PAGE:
Oral candidiasis, commonly referred to as “thrush,” is an opportunistic fungal infection that commonly affects the oral mucosa. The main causative agent, Candida albicans
, is a highly versatile commensal organism that is well adapted to its human host; however, changes in the host microenvironment can promote the transition from one of commensalism to pathogen. This transition is heavily reliant on an impressive repertoire of virulence factors, most notably cell surface adhesins, proteolytic enzymes, morphologic switching, and the development of drug resistance. In the oral cavity, the co-adhesion of C. albicans
with bacteria is crucial for its persistence, and a wide range of synergistic interactions with various oral species were described to enhance colonization in the host. As a frequent colonizer of the oral mucosa, the host immune response in the oral cavity is oriented toward a more tolerogenic state and, therefore, local innate immune defenses play a central role in maintaining Candida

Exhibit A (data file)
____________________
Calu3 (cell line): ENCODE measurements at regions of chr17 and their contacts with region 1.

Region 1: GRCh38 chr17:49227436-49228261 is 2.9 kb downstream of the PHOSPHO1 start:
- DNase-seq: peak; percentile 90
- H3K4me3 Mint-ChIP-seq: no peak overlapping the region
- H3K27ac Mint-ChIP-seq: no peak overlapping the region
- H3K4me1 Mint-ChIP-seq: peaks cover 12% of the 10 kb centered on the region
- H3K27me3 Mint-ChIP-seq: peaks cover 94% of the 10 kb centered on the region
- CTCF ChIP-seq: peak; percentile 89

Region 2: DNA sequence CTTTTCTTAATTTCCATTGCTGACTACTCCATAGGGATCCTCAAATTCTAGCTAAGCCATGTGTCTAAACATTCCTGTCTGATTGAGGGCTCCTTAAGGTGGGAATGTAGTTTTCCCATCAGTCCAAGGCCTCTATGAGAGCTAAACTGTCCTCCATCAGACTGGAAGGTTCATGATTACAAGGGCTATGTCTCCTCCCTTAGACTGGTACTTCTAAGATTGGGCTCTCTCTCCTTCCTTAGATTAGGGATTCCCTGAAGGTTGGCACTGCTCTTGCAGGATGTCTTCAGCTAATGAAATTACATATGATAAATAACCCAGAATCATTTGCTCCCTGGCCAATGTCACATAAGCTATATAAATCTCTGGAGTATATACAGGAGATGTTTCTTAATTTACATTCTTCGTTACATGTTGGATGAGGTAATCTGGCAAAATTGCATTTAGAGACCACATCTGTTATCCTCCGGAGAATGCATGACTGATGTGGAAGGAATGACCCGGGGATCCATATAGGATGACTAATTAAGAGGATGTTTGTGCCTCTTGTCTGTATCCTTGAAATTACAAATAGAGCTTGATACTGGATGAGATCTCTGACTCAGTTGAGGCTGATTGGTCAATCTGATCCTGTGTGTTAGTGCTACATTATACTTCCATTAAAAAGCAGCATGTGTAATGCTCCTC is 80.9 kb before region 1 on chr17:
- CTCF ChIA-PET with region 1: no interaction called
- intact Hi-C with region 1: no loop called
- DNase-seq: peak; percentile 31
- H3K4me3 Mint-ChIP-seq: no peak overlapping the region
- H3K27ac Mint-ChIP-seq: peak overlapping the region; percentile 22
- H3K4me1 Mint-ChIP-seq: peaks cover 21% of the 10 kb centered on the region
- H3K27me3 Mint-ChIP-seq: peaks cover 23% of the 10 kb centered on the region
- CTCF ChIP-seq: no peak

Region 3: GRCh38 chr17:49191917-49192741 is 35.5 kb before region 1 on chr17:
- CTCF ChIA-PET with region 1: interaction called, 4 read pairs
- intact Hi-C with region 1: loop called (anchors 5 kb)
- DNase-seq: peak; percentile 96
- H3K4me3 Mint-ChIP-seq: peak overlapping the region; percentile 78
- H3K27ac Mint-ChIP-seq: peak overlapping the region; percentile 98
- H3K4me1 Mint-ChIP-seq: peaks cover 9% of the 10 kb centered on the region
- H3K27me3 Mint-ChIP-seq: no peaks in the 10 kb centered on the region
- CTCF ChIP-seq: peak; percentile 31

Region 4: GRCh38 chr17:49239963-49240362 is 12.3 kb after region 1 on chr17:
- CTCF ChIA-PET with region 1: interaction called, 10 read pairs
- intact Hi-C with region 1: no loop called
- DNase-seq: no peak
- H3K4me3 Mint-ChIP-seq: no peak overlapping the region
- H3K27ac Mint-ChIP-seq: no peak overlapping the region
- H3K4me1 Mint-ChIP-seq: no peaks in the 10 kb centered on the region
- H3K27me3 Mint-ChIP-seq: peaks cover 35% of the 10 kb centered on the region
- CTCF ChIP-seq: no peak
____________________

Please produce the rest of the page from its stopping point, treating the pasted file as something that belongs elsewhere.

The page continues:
in its commensal state. Specifically, in addition to preventing Candida
adherence to epithelial cells, saliva is enriched with anti-candidal peptides, considered to be part of the host innate immunity. The T helper 17 (Th17)-type adaptive immune response is mainly involved in mucosal host defenses, controlling initial growth of Candida
and inhibiting subsequent tissue invasion. Animal models, most notably the mouse model of oropharyngeal candidiasis and the rat model of denture stomatitis, are instrumental in our understanding of Candida
virulence factors and the factors leading to host susceptibility to infections. Given the continuing rise in development of resistance to the limited number of traditional antifungal agents, novel therapeutic strategies are directed toward identifying bioactive compounds that target pathogenic mechanisms to prevent C. albicans
transition from harmless commensal to pathogen.